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Topic : 01/09 False Confessions

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Created on : Friday, January 05, 2007, 10:49:03 am
Author : DrPhilBoard1
Would you ever confess to a crime you didn’t commit? What if the authorities, police you thought you could trust, said that you committed a crime and that they had evidence to prove it? Would you begin to doubt yourself, even though you knew you were innocent? Dr. Phil explores the psychology of false confessions. After a young man was shot dead at a local pizza parlor, Jon, 24, found himself behind bars. He then spent six months in jail before being exonerated from murder charges. Why did he confess to a crime he didn’t commit? What role did the police play in his confession? Learn how the truth finally came out. Then, experts say some ‘fess up for fame, others do so to escape torturous interrogations. No one knows the art of getting confessions better than 29-year veteran New York City Homicide Detective Louis Scarcello. Hear about his interrogations and decide for yourself if the tactics used by law enforcement cross the line into coercion. Then, Marty Tankleff was just 17 when he was convicted of murdering his parents -- based on what he says was a police-coerced false confession. Sixteen years have passed with Marty still behind bars, but the question remains: Did he do it? Share your thoughts here.

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January 9, 2007, 6:10 am CST

Lying Cops

Quote From: afraid

ohhh yeah also i havent seen this show yet, but i stand by my words100%.
Look I sympathise with your sentiments about the way that a lot of police people overbully the people they bring in for interrogation.   I have seen it myself in the police interrogation rooms.If someone is underage I have seen them actually punch that minor in the room, then they were thrown smash into the walls. The police did not offer for them to get a lawyer, it was the mother of the young person who actually came down to the station, after they bashed the kid around  and in tears called a trusted lawyer.  But not before he was given a good hiding.  Secondly , my  1st husband's  Uncle was very high up in the force, here in Australia we call them Inspectors, and when his nephew got a ticket for drink-driving and speeding, which could have sent him to jail for 6 months at least and lose his licence for 2 years, this very high police official just destroyed his nephew's ticket.  Somehow he made sure that his nephew got off ,  So, Greg, the nephew, proudly walked the streets of Melbourne again without any conviction. H e stood to lose quite a bit, reputation wise with his job, with his business contacts etc. But i thought how unfair it is that police, and very high up ones too, flaunt the law themselves and chose to do this sort of unfair thing.   Noone else would have got away with it.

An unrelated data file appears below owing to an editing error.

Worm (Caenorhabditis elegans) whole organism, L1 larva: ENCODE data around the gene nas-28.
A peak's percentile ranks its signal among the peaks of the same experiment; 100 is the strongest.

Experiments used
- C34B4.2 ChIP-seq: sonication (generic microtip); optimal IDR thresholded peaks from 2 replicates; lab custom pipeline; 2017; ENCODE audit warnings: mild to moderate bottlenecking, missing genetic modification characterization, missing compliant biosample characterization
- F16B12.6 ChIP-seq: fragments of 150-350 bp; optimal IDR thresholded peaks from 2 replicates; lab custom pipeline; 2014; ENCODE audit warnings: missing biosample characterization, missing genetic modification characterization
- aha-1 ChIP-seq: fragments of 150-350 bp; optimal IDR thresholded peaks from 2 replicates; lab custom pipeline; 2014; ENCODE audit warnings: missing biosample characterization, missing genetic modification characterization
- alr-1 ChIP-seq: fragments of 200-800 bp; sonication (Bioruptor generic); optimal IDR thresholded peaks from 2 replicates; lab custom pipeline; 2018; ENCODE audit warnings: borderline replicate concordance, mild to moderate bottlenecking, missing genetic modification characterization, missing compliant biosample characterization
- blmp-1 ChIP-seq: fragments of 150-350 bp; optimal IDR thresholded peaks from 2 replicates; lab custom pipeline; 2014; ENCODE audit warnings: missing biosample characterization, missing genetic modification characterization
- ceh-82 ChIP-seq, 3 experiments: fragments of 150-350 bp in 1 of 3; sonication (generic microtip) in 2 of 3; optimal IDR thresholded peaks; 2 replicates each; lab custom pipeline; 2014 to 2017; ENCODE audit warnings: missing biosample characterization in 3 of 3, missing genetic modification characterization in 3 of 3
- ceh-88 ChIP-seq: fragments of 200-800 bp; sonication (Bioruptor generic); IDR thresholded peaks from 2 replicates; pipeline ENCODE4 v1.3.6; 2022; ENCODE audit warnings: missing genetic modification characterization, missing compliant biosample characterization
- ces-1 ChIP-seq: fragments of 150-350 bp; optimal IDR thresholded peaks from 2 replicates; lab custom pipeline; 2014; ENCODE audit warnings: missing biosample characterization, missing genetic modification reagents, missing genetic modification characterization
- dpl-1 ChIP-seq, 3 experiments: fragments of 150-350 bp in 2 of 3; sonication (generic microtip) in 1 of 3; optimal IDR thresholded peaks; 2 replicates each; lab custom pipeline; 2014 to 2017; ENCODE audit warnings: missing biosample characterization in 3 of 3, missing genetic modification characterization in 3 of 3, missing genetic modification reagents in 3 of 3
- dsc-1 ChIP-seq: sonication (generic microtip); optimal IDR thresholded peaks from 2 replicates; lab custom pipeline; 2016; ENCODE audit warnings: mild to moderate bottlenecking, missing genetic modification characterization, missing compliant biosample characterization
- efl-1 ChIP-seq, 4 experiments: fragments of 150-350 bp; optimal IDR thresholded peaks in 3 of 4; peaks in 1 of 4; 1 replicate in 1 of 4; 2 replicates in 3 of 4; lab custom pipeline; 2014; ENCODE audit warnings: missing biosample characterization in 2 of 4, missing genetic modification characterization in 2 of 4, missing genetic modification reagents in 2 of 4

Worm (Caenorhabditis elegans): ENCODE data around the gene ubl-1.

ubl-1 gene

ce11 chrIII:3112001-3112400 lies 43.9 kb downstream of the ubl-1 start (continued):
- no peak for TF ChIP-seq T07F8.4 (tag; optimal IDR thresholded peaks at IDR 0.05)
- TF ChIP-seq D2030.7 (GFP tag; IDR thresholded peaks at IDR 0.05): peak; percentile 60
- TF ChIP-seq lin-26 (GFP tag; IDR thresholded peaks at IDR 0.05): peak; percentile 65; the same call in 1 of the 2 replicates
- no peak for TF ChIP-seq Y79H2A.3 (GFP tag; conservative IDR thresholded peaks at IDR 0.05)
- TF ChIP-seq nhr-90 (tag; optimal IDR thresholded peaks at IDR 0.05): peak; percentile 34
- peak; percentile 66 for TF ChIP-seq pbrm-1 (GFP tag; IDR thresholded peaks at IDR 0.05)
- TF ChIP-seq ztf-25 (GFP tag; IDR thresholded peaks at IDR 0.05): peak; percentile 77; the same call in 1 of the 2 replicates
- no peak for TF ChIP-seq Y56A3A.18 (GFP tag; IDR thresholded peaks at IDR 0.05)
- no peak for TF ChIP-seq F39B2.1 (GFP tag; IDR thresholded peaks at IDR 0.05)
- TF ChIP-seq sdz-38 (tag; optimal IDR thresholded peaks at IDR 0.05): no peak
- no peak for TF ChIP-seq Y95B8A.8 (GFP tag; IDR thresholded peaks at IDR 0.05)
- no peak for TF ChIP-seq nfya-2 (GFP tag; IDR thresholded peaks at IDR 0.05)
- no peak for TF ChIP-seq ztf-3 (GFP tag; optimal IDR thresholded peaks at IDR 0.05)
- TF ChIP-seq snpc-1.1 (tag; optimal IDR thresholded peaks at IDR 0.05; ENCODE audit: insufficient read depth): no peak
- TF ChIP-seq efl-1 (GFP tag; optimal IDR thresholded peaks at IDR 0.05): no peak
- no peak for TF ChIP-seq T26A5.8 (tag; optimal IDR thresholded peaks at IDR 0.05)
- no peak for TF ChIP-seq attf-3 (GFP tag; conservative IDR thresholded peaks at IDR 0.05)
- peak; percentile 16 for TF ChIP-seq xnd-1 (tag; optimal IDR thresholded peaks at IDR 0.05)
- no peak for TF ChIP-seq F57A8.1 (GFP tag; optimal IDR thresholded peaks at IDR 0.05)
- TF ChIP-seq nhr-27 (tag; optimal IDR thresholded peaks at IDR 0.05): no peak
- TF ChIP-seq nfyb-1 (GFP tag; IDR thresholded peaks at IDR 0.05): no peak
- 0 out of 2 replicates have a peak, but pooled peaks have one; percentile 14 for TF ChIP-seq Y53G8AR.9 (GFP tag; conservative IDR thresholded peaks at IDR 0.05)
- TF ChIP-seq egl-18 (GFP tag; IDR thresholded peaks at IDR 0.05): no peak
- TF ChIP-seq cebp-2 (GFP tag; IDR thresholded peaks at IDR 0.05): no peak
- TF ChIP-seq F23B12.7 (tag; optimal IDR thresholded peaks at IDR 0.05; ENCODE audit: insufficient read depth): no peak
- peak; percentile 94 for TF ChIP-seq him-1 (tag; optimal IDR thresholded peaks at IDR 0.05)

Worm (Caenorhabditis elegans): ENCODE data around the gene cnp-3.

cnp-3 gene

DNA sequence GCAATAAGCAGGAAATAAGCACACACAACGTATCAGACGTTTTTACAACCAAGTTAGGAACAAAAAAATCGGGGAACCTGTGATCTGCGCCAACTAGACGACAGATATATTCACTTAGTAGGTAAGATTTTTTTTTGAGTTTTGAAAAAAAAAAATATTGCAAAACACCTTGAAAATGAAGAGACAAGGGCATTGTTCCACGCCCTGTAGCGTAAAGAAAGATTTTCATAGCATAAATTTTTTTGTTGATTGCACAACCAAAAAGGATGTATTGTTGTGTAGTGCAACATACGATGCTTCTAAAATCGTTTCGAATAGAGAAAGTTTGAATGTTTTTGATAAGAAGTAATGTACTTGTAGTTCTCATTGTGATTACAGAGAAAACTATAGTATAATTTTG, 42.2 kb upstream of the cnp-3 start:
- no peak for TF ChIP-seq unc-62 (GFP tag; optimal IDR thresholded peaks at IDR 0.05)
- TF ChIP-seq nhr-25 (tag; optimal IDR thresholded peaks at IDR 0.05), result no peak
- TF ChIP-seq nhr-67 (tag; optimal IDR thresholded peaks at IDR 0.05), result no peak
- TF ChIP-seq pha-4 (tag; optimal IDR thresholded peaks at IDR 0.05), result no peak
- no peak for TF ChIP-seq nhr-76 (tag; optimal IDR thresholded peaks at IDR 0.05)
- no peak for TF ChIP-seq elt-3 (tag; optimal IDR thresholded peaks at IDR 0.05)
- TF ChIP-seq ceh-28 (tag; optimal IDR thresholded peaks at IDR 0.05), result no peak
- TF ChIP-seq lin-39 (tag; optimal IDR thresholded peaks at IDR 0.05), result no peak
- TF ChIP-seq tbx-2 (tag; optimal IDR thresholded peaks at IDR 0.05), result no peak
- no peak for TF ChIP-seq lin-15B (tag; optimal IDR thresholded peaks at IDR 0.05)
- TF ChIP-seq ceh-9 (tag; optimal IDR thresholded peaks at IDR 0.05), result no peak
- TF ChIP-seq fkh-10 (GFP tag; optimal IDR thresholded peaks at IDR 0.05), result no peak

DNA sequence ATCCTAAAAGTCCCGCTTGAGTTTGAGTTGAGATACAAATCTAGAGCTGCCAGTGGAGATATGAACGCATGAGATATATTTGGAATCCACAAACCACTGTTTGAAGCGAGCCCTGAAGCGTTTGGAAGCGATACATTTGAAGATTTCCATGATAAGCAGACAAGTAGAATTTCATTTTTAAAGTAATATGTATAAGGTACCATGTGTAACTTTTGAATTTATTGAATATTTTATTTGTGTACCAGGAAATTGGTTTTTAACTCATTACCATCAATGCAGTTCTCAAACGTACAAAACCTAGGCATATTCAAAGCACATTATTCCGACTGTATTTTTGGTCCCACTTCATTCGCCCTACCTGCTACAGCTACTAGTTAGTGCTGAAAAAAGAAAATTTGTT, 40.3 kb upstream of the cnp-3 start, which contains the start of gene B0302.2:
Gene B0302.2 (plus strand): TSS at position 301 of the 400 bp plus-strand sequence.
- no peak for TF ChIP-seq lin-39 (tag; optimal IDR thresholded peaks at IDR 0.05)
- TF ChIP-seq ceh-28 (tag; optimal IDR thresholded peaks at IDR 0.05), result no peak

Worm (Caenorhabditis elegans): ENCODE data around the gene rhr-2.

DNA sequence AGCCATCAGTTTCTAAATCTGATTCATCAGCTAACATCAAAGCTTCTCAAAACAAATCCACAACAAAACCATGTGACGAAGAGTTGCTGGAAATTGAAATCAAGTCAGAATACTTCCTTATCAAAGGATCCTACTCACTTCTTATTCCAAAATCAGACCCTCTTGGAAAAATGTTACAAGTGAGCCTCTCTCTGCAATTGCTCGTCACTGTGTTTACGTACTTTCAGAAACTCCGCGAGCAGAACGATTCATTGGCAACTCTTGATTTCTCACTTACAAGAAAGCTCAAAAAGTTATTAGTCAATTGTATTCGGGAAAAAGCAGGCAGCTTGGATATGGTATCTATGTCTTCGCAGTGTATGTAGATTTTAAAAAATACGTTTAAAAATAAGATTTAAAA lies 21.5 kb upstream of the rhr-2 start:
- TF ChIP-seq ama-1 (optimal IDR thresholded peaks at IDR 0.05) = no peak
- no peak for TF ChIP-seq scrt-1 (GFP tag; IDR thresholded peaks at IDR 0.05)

January 9, 2007, 6:34 am CST

Louis Scarcella

re  Louis Scarcella's statement  that a good detective has a sixth sense.  I think he's full of bologna.  No one has a sixth sense.  there is no such thing.  Does he consult with Silvia Brown too? 
 
January 9, 2007, 6:39 am CST

False Confessions

 The evidence should make a path to the killer instead of the cops trying to get someone to confess to something they didn't do. I really think the cops are trying to comfort the family instead of getting a true killer off the street and that is wrong. If they would let the evidence speak for it's self then the cops would find the one who done the crime. If it is a cop who killed someone they get off scott free and that is wrong I think the justice system needs to be reviewed. Cops are no better than everyone else. They choose the job and they need to follow the rules. Check the murder in South Carolina, Chesrterfield county, but it was a darlington county cop who was out of his county and didn't have the warrant countier signed by chesterfield county and didn't get the chesterfield county cops to go with him. Yes the man that was shot had a rap sheet but the cop didn't follow the rules and as far as I'm concerned he is guilty. Not only that they held the trial in darlington county where the cop worked. If that was me they would have held the trial in the county I commited the crime in. Think about how cops cover their butts when they are guilty and their co-workers help them out. Really the justice system needs to be reviewed and "what is good for the goose is good for the gander"
 
January 9, 2007, 6:44 am CST

01/09 False Confessions

why would any one say they are guilty of something that they are not? is not your freedom worth more effort?am i to assume this country uses military means of interrogation's in order to acheve a confession from the general public? if this is the case than man and woman need to change there laws.and teach there children to never take the blame for something they are not gui;lty of, ther apple never falls far from the tree.
 
January 9, 2007, 6:57 am CST

01/09 False Confessions

This is very sad that these people are spending time in jail for something they didn't do! There are some really BAD cops out there!!
 
January 9, 2007, 7:04 am CST

01/09 False Confessions

I know of  a lot of young women who confess to crimes to protect boyfriends...they sit in prison while BF is out living it up. It doesn't make sense.
 
January 9, 2007, 7:11 am CST

GET OUT!!!!!

Quote From: supportmom